The vast majority of electric vehicle owners don’t want to go back to fossil fuel. In fact, a survey by the UK’s Zap-Map at the end of 2020 showed that just 1% said they missed their internal combustion vehicles. It’s easy to assume from statistics like this that battery electric vehicles are the perfect choice for everyone. But they could be another example of how some can afford to take advantage of the benefits of new technology while others will find it much more difficult and get left behind.
Although EVs have seen huge growth in the last year, with 40% more of them on UK roads at the end of 2020 than there were at the beginning, the people buying them are primarily the more financially comfortable early adopters. An EV is still £5-£10,000 ($7-14,000 ) more than an equivalent fossil fuel car. There are also much fewer of them on the used market, with only a small number of cars available in the UK, for example, for less than £5,000 ($7,000). This already puts EVs out of the reach of those who can only ever afford a cheap used car.
It’s a problem that will diminish with time, as the increased number of cars bought new in the last year or so enter the used market. But it will probably be at least another 5 years before we see lots of decent EVs within the price bracket many people can afford. Right now, the cheapest used market is mostly old Nissan Leafs with 24kWh batteries that probably only deliver 50-80 miles of range, which is a far cry from the 200+ miles available from an increasing number of the latest EVs. The latest base version of the Tesla Model 3 now offers 278 miles, and even the latest Nissan Leaf provides 239 miles. But these won’t be available second-hand in numbers for at least three years.
Even more telling, however, is that further research has shown how around two thirds of current EV owners claim they wouldn’t have gone electric if they didn’t have home charging. It is perfectly possible to own an EV without private parking and charging, but it is more complicated and loses one of the most enjoyable benefits of EV ownership. Being able to charge at home and set off on a journey with a full battery whenever you want makes EVs more convenient than any fossil fuel vehicle. If the vast majority of your journeys are within the range of your EV, you will almost never need a public charger, so one of the usual criticisms from the EV hater crowd – that you can’t refuel in 5 minutes – is irrelevant.
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Unfortunately, there’s a significant number of people in most countries who don’t have access to home charging and never will. In the UK, only 38% of households have access to private parking where charging can be installed. The figure is much higher in the US at 63%, but that still leaves a significant proportion without. The desire to install home charging will also vary with levels of home ownership, which differs a lot across Europe, for example. In Romania, 95.8% of people owned their own homes in 2019, but in Germany it was just 51.1%. You won’t want to spend money on installing home EV charging if you’re only renting and might move on soon.
Not only are those without home charging going to be more reluctant to get EVs in the first place, they also can’t enjoy their killer benefit of leaving home with a full charge, or the cheap driving it entails. Home electricity supplies can be half the price per kWh of public chargers, or even less, and there are tariffs around that make this even cheaper if you charge at night. Most countries provide other financial benefits from EV ownership, too, such as cheap or zero vehicle tax, cheaper residents’ parking, and cheaper or zero toll charges for city use. Servicing costs less as well and can have longer intervals – often two years instead of one.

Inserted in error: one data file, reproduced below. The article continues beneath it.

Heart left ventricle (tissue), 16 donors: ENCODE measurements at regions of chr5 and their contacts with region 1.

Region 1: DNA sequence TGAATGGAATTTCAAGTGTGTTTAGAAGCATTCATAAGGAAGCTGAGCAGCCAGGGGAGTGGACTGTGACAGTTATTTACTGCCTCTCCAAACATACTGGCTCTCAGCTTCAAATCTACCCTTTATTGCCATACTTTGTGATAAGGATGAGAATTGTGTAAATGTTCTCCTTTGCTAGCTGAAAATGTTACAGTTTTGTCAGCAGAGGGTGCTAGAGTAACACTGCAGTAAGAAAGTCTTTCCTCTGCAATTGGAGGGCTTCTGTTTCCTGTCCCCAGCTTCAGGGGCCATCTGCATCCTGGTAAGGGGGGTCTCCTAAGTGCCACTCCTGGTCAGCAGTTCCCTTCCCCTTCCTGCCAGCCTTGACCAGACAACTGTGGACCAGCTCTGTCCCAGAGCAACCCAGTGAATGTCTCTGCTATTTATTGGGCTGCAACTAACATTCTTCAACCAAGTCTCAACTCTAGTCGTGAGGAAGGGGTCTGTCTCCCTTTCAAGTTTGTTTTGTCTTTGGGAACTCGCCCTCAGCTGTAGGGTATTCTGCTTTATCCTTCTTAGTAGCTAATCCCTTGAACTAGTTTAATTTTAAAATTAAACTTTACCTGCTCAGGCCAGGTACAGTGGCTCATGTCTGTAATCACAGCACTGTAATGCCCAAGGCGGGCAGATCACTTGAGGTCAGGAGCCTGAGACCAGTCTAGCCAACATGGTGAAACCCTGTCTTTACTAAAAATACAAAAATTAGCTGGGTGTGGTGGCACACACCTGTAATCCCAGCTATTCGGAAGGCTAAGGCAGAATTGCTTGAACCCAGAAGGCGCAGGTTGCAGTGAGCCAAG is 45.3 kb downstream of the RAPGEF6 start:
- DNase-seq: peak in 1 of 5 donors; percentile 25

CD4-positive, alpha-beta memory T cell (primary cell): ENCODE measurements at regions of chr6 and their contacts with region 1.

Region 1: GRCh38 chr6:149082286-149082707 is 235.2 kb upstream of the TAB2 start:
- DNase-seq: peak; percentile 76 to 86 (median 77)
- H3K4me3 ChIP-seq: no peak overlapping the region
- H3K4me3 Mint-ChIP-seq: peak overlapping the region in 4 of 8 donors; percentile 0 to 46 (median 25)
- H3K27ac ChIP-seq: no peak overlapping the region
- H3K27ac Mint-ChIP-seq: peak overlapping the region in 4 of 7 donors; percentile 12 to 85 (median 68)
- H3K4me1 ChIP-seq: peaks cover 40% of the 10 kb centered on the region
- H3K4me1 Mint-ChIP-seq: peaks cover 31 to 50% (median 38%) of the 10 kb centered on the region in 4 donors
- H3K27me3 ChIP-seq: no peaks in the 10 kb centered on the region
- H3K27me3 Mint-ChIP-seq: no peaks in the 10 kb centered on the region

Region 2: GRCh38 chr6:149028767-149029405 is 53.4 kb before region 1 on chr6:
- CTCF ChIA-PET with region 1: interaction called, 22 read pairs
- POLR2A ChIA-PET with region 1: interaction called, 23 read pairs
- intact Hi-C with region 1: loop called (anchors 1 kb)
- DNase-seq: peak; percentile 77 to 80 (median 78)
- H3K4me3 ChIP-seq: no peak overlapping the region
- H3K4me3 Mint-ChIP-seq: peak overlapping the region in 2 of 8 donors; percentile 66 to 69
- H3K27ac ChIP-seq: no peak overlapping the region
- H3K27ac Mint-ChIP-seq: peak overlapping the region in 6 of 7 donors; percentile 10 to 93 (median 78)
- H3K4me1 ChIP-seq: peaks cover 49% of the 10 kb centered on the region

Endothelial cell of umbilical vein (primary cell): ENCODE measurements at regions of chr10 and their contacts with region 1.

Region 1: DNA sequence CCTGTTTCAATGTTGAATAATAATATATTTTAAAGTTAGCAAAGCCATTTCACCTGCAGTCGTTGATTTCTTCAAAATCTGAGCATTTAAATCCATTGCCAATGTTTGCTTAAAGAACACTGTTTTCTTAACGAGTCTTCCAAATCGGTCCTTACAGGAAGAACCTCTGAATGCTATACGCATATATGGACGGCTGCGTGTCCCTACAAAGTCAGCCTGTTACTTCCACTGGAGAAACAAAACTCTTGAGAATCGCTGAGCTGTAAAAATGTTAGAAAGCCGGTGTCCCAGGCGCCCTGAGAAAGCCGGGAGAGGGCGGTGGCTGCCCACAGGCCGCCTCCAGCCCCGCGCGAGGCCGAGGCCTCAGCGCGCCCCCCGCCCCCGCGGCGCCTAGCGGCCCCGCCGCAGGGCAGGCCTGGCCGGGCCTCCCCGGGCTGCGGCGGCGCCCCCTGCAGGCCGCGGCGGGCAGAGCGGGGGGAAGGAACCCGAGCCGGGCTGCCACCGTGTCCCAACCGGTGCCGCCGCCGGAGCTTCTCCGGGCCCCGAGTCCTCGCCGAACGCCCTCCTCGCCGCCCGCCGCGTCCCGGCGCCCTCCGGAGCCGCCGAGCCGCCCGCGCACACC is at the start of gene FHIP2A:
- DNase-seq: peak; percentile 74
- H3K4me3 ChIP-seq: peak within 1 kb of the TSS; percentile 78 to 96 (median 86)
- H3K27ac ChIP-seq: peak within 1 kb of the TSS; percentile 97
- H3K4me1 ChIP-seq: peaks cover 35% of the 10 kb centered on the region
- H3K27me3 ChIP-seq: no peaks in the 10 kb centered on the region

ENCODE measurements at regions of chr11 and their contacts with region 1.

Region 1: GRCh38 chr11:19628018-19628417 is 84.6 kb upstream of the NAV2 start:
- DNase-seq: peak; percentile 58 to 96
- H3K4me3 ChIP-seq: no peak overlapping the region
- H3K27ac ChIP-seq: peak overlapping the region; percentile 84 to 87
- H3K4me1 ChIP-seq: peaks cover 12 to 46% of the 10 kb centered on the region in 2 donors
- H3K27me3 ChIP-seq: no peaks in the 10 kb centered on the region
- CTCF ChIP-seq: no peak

If you have the financial means and the possibility of home charging, EVs are already a no brainer. Once you’ve got past the higher initial purchase price, the running costs will be peanuts, and unless you make a long journey beyond the range of the vehicle, you will never need to worry about the lack of public charging infrastructure. You just need to remember to plug the car in occasionally overnight to keep it topped up.
For those who can’t afford an EV yet, however, and don’t have home charging, it’s a different story. There will still be plenty of cheap-to-buy second-hand fossil fuel cars available for at least the next decade, but they will be increasingly expensive to run compared to EVs. The fuel prices will continually go up, servicing is more expensive, and there will be more penalties based on levels of pollution, similar to the London Ultra-Low Emission Zone, which is expanding to a huge area of the city later in 2021 and entails a charge of £12.50 ($17) every time you drive. It may even be increasingly hard to refuel an internal combustion engine, as fuel stops decline in numbers. The Californian city of North Bay just banned the building of new gas stations, and as EVs gain in popularity this will hasten the closure rate.
The end result could be richer people who own homes with home charging enjoying the benefits that EVs offer, while the less well-off are relegated to an increasingly dilapidated fleet of used internal combustion engine cars that cost more to keep on the road every year. This is why government input will be so important over the next decade. This won’t necessarily mean lots of financial expenditure, but it will entail other incentives, such as relaxing the planning permission for street chargers or for people living in terraced houses to have parking in front of their homes with charging. Otherwise, many will get left behind by the EV revolution, which will limit how far the environmental benefits can reach alongside lots of other negative side effects on society.